Our skills shortage is due in part to our overall approach to the business side of what we do within our beauty industry: “We are business people and our excuse is beauty”. Skills shortage is a hot topic discussed at many of the seminars my coaching team and I deliver nationally.
To address this situation and to approach it in a financially effective manner you need to know and understand the nuts and bolts of running a profitable business. Those that have learned this lesson run a more successful and profitable business. Being great at what you do is important; but we as an industry need to place just as much importance on gaining the right information from the right sources, ones that will back up the information shared and be there to help you when you need it most, not just to help you feel good at the time.
The concept of Beauty Advantage back in the late ‘90s was borne out of the identification of the need within my own business and the state of play within our industry of gaining information that was industry specific in its application to help gain financially from my business. Since then, Beauty Advantage has helped hundreds of beauty therapists who have opened their own business to be aware of and understand the complexities of running a truly successful and profitable business. The philosophies within our organisation are applied and actioned, to raise the standards in our industry by increasing business knowledge, personal development and team skills; a motto that is a reality when we work with our clients.
We all have a responsibility when we open a business to run it with clear vision and use our knowledge and experience to build a solid business. Knowing and doing are two very separate issues. If you think you know what you should be doing and don’t do it, then do you really know it? If you did you would do it, right? I’m not sure who coined the phrase: “to know and not to use is to not yet know”, but I believe it to be true.
How often do you hear your beauty therapists say: “I know how to do that and I know I should do that”, yet continue not to do it? A typical example when it comes to running a profitable business is that many owners know they should do up a budget and know exactly how much it costs to open their doors, then measure their expenditure against industry Key Performance Indicators, yet they don’t do it. The process of just doing this can bring you one step closer to building a solid business as opposed to one that struggles financially. We look at the personal development side of why you avoid addressing the nuts and bolts of your business, so we can share with you the positives and what it means to you personally by addressing these issues.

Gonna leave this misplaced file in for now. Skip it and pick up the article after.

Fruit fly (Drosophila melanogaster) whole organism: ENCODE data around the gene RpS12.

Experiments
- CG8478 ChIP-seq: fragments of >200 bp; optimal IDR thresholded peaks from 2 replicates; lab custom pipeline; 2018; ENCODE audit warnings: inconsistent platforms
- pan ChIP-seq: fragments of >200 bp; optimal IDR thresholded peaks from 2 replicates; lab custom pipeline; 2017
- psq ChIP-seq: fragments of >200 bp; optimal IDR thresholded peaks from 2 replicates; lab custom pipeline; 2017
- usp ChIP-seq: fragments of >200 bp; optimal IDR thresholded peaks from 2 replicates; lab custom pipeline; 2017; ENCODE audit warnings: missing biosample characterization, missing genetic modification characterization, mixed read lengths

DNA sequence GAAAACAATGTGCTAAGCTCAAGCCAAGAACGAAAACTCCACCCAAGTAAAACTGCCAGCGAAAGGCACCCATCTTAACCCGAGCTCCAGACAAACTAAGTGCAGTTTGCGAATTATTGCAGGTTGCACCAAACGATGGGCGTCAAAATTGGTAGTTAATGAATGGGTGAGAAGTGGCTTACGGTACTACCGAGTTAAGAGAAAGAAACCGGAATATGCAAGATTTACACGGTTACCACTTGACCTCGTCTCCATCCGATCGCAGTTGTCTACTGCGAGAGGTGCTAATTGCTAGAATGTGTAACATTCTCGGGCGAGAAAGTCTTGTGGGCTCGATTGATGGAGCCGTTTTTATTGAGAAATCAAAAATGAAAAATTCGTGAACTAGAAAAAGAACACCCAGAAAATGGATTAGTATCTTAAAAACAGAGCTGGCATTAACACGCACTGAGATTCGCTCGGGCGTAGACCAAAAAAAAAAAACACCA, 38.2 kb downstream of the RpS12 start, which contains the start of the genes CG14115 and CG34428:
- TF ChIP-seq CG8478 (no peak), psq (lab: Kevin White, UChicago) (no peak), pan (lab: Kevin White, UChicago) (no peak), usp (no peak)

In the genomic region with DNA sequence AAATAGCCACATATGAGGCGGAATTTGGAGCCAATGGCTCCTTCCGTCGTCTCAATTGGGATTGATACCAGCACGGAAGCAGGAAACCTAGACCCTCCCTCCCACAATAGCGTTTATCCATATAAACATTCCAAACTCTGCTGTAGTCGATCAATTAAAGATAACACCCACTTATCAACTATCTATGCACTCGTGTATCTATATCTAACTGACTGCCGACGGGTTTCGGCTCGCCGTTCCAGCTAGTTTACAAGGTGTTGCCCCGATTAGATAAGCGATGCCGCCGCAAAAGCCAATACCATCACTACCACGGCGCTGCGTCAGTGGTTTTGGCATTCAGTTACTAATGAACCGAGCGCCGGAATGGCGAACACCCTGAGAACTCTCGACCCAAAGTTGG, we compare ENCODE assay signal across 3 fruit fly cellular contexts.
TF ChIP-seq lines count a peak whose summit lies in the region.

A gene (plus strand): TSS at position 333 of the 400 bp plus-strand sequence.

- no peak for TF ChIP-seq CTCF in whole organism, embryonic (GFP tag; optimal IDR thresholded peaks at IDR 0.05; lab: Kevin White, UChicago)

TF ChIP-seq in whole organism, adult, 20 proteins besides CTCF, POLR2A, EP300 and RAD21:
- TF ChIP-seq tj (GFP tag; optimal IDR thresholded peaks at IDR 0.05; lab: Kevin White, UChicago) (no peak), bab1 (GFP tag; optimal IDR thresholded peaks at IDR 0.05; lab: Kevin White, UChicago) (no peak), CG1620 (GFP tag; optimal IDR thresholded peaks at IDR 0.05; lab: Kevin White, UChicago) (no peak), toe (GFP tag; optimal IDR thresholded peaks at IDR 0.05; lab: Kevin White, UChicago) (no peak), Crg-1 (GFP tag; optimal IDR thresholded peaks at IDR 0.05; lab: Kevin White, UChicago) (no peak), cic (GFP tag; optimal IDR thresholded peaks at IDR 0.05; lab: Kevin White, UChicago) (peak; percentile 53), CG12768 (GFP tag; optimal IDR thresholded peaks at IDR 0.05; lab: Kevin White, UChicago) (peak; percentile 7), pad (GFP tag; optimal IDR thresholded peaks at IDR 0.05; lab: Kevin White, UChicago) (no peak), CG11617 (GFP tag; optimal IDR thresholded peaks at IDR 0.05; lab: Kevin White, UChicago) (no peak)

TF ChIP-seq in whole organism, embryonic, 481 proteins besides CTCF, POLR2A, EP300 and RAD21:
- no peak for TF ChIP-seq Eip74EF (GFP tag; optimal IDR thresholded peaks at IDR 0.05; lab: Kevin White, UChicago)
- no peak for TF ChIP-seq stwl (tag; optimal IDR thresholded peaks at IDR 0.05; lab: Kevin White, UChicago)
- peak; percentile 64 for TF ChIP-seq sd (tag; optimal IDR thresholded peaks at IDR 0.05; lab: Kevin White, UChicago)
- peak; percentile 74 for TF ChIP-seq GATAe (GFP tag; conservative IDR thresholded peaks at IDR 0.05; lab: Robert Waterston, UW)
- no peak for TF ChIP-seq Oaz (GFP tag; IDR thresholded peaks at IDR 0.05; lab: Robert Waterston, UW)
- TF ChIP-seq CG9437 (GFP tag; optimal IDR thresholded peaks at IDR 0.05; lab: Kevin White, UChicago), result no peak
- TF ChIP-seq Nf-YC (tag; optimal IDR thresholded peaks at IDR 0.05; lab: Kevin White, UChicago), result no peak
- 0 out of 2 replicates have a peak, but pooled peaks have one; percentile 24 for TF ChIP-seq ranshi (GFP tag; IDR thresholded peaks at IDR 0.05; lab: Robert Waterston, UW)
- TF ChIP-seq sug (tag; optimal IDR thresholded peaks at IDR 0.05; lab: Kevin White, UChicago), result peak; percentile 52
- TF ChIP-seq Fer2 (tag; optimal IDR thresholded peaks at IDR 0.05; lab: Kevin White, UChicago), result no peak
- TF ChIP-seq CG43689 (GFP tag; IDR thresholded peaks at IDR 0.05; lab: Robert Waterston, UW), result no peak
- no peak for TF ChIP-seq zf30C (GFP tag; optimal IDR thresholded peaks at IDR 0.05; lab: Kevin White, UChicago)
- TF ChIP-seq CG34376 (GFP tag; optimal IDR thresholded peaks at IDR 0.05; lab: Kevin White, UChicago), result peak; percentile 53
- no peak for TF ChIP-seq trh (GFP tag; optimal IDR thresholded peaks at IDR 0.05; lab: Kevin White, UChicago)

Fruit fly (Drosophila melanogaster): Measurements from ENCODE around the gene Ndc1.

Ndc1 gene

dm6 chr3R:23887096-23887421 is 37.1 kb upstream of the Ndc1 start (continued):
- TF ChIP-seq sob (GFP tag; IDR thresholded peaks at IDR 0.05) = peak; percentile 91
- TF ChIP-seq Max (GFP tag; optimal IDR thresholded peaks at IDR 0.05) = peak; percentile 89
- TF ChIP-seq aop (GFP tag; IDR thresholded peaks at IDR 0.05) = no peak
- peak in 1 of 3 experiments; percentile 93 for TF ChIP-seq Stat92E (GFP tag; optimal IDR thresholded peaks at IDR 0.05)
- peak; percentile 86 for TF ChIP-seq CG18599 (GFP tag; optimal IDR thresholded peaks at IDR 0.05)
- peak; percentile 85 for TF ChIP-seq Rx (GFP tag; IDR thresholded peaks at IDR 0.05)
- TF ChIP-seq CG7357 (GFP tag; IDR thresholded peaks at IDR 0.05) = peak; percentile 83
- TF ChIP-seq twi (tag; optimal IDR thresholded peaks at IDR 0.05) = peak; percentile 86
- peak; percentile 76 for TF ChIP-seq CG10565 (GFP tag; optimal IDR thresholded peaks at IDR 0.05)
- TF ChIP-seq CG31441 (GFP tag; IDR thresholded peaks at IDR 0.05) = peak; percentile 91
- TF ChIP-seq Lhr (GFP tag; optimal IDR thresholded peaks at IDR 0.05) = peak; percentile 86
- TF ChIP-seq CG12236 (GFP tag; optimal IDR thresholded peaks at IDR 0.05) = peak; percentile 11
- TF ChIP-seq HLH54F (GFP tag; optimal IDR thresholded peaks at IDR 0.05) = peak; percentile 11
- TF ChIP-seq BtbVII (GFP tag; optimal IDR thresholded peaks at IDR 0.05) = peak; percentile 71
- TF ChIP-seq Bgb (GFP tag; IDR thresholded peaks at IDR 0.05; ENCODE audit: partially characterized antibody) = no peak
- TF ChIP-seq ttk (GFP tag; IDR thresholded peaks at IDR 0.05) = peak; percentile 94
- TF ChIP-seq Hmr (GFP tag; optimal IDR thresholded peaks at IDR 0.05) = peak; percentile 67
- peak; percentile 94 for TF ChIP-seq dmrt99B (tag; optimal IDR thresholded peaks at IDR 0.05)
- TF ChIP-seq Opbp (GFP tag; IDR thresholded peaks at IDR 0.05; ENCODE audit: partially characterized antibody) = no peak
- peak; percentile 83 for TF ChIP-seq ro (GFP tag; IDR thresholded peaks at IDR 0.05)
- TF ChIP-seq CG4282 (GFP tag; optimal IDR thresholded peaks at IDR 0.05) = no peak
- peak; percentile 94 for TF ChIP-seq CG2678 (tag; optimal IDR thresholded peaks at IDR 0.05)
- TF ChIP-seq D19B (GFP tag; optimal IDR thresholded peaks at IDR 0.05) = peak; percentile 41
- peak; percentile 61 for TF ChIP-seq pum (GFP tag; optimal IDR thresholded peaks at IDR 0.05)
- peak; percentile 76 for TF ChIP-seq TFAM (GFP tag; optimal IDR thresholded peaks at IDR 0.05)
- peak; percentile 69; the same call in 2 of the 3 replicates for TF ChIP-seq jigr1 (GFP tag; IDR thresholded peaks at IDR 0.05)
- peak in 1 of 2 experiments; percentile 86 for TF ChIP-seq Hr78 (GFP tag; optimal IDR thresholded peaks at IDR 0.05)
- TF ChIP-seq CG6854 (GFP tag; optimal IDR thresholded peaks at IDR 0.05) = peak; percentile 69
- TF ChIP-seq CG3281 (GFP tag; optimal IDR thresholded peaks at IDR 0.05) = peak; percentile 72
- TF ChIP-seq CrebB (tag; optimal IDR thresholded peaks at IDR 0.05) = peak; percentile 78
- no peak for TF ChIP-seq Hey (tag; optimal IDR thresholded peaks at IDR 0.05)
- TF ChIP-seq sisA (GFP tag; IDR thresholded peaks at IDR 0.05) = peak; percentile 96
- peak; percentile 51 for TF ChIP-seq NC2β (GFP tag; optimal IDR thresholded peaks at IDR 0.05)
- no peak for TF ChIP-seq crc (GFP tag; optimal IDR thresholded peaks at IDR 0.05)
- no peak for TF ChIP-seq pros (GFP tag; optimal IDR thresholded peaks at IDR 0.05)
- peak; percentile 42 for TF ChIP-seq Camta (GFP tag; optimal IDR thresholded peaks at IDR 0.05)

What this tells us is that we start by having an overall business plan – not just for ourselves as business owners, but inclusive of staff goals and aspirations. Why? Because with inclusivity comes commitment; commitment promotes growth; growth brings profit. Isn’t that what our ultimate goal is? It doesn’t matter what area of your business you want to grow, it impacts onto almost every other area. It is only when you are not aware of this that your business growth is stifled.
As an example, you decide you need to grow your beauty team. This leads to looking at the system of induction and training new therapists, which also leads into your Policy and Procedure Manual and how up to date and relevant it is. You will have determined that your financials, both expenditure and income, will be changing. How much does each one need to change and how will you manage that?
When you grow your team, you need solid systems. You may even need to get rid of some and implement others. This can be overwhelming without a solid business plan and plan of action.
[SUBHEAD] Some steps to engaging the right beauty therapist for your business: